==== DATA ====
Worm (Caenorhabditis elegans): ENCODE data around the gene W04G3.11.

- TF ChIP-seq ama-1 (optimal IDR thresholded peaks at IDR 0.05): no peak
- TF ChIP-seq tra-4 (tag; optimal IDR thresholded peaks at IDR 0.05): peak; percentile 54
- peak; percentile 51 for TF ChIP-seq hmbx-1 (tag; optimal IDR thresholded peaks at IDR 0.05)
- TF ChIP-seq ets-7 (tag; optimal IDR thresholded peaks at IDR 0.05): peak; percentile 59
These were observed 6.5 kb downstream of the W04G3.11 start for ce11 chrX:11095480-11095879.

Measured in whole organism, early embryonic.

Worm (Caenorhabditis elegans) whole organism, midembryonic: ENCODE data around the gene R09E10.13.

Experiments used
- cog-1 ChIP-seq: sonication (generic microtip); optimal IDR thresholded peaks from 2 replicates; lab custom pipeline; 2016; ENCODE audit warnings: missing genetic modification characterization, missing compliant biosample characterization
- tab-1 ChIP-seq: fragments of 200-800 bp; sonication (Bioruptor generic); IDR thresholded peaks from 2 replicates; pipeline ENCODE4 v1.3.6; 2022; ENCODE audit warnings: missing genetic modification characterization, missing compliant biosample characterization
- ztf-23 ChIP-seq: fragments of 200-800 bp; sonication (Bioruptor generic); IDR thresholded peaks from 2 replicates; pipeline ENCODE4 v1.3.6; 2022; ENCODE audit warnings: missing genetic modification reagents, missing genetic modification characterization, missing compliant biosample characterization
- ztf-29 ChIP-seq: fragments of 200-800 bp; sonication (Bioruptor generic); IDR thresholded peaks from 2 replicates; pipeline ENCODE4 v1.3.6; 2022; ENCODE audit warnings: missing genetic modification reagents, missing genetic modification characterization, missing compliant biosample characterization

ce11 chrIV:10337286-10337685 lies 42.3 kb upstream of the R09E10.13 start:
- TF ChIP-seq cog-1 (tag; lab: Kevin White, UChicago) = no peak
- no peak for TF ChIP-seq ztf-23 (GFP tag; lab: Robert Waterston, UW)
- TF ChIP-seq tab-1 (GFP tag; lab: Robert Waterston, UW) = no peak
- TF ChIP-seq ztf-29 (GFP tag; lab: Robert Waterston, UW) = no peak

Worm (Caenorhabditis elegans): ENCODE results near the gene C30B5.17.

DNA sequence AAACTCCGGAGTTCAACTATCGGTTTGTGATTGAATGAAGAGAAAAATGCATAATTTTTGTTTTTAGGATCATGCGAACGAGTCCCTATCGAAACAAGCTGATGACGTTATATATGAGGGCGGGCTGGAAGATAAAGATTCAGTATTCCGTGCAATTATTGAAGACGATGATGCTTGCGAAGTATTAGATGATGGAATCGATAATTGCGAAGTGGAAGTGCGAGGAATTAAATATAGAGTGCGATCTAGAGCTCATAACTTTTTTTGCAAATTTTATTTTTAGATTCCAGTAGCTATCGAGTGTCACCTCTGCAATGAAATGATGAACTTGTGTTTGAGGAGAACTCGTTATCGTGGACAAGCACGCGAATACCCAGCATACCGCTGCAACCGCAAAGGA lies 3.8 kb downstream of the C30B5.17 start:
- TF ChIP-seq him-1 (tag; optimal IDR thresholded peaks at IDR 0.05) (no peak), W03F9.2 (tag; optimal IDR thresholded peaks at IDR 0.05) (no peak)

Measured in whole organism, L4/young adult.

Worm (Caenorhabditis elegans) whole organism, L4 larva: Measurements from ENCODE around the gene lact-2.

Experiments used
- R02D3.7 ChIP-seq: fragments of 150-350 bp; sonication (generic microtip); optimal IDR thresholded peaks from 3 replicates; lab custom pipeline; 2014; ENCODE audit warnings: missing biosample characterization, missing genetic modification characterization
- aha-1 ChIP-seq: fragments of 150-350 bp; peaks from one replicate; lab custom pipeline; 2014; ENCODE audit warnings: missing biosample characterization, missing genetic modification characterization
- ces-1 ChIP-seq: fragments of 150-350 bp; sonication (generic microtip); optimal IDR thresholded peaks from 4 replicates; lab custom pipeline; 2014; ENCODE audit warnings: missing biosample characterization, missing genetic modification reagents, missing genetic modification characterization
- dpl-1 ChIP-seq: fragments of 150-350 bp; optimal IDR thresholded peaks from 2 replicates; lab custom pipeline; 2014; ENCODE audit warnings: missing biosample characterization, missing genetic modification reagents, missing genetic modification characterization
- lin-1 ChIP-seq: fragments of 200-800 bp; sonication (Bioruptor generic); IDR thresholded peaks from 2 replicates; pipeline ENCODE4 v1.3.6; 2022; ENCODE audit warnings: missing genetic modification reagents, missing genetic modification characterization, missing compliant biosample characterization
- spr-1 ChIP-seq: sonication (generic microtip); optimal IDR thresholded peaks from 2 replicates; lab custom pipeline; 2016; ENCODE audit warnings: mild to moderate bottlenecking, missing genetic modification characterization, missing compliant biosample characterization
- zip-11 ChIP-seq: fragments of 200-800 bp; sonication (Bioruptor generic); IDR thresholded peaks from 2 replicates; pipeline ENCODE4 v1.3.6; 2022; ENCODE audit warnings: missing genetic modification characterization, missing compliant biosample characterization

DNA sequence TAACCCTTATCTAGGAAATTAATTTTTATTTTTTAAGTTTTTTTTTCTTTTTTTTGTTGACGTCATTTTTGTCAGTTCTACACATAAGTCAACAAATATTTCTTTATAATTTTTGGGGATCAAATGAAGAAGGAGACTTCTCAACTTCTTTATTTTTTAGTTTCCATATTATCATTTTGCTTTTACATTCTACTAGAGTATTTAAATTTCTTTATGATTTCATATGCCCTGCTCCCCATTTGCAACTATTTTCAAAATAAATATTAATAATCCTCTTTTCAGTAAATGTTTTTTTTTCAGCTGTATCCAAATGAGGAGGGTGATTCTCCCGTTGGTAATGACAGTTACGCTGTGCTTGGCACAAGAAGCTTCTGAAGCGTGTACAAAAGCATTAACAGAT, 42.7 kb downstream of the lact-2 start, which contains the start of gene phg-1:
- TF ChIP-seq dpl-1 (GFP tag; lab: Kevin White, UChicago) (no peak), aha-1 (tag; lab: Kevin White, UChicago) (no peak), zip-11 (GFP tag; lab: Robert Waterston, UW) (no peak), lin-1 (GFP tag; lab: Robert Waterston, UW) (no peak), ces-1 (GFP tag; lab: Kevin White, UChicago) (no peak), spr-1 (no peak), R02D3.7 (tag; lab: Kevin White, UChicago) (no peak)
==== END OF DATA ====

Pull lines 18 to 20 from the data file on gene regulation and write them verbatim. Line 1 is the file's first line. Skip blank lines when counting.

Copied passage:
- TF ChIP-seq ztf-29 (GFP tag; lab: Robert Waterston, UW) = no peak

Worm (Caenorhabditis elegans): ENCODE results near the gene C30B5.17.

DNA sequence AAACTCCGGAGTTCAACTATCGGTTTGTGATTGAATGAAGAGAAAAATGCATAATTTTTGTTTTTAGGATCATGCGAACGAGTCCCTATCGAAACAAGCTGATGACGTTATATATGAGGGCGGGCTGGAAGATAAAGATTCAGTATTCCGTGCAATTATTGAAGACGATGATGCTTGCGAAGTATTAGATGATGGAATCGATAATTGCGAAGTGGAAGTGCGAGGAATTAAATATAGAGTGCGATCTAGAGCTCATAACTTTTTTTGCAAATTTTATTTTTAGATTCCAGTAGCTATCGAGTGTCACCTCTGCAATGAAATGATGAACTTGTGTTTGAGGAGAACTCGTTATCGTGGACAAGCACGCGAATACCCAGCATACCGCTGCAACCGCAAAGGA lies 3.8 kb downstream of the C30B5.17 start: